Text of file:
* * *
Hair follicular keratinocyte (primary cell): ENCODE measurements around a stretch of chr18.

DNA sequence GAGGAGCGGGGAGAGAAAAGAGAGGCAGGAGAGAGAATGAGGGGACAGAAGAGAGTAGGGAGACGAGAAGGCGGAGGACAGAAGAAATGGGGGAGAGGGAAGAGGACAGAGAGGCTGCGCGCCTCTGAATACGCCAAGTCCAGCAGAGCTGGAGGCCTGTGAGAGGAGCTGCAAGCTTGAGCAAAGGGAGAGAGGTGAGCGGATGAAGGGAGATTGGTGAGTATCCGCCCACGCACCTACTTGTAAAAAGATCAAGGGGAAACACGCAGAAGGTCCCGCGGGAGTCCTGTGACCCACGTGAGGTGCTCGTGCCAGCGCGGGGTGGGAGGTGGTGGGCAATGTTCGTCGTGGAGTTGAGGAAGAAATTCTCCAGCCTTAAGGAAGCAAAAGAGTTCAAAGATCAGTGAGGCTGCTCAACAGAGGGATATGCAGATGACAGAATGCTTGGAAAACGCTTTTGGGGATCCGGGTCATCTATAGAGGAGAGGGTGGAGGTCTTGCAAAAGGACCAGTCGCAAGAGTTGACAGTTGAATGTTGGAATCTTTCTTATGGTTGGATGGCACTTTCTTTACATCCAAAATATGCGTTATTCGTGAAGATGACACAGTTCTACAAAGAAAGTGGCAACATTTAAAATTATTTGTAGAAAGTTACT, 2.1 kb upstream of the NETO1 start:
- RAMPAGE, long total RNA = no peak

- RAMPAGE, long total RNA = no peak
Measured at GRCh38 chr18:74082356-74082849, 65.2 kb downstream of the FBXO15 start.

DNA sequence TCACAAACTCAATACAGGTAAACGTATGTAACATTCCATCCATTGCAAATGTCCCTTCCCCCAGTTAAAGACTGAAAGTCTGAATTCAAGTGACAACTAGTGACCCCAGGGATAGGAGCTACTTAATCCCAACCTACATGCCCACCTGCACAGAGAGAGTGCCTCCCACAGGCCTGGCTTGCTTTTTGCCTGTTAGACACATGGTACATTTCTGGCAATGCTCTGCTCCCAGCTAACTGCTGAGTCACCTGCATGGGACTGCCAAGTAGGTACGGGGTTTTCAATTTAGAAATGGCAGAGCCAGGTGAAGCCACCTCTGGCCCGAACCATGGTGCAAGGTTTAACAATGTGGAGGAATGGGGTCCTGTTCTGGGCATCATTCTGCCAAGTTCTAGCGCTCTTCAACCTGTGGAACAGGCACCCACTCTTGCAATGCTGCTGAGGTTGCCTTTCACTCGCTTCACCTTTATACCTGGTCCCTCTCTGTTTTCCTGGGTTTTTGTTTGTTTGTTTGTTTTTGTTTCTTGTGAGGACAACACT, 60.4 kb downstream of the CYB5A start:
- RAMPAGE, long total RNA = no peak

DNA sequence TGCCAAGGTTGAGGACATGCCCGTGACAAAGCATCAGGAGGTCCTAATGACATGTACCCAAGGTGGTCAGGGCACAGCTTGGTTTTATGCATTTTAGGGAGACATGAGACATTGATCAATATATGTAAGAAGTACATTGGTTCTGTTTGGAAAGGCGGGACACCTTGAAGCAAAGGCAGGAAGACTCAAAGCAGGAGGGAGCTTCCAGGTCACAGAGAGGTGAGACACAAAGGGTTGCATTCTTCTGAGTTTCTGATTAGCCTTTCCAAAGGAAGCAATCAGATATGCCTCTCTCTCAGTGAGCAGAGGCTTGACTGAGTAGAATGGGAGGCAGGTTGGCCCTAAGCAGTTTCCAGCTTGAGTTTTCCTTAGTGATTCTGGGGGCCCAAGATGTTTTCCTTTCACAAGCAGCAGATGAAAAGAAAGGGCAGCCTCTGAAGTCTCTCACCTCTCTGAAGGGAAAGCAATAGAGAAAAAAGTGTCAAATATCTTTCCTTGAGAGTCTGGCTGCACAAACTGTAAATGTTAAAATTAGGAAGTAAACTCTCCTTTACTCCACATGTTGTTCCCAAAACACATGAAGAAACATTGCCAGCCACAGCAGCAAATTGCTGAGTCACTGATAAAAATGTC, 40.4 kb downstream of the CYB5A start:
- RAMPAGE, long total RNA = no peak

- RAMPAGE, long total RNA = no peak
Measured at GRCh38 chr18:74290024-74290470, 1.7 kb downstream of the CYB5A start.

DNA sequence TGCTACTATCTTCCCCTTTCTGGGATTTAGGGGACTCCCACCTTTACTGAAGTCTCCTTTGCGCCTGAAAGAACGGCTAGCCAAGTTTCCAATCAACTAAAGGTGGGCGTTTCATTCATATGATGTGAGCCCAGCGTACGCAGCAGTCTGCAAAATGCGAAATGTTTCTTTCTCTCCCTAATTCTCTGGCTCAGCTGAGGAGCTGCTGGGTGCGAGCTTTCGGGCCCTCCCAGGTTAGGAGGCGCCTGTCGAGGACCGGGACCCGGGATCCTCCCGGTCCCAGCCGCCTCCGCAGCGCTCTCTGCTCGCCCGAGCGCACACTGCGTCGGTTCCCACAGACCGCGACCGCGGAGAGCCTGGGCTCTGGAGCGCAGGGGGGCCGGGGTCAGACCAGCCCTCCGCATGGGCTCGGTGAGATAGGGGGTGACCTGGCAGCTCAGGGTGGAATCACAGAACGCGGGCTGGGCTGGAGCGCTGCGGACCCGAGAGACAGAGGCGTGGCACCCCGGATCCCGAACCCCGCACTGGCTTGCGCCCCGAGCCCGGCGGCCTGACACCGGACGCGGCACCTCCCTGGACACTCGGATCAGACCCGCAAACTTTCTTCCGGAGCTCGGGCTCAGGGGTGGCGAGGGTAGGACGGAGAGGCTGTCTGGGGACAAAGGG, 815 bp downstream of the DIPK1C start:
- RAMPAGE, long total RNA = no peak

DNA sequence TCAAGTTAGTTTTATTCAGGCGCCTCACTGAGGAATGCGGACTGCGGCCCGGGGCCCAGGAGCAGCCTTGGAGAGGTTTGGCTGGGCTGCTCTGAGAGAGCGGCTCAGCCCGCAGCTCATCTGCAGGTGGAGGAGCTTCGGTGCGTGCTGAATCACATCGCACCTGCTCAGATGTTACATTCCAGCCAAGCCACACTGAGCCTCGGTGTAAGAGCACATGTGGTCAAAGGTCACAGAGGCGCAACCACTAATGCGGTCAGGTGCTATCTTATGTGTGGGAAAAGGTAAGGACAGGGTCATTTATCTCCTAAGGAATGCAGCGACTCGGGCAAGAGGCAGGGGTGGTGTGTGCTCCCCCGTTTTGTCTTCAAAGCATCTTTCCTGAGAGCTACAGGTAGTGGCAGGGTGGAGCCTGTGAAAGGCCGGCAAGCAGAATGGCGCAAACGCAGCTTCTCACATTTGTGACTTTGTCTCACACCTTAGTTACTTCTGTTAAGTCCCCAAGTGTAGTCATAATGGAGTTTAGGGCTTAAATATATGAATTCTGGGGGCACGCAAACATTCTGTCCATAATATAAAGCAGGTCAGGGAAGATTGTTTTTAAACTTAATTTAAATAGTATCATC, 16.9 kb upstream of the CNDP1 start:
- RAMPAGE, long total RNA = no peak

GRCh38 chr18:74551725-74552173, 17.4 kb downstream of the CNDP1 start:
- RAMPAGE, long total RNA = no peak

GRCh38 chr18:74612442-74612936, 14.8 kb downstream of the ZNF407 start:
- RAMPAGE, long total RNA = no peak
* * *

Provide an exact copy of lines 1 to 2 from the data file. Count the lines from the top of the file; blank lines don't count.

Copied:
Hair follicular keratinocyte (primary cell): ENCODE measurements around a stretch of chr18.

DNA sequence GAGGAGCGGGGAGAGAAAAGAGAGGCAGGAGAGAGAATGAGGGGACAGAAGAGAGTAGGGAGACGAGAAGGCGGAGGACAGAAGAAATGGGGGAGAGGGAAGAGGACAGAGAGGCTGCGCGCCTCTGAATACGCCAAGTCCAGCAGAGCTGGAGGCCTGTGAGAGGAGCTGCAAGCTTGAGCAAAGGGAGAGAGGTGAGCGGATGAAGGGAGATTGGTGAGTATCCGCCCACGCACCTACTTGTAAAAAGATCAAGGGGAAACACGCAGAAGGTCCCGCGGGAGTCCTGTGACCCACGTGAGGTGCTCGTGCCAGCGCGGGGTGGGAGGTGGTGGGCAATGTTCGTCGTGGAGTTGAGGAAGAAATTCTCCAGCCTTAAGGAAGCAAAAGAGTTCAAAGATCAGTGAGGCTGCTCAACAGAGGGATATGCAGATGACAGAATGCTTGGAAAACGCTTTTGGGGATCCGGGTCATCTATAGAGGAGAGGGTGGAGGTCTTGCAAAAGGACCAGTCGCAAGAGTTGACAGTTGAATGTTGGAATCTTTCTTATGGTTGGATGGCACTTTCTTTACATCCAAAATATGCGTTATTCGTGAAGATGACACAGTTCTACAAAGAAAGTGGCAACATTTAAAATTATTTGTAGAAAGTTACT, 2.1 kb upstream of the NETO1 start: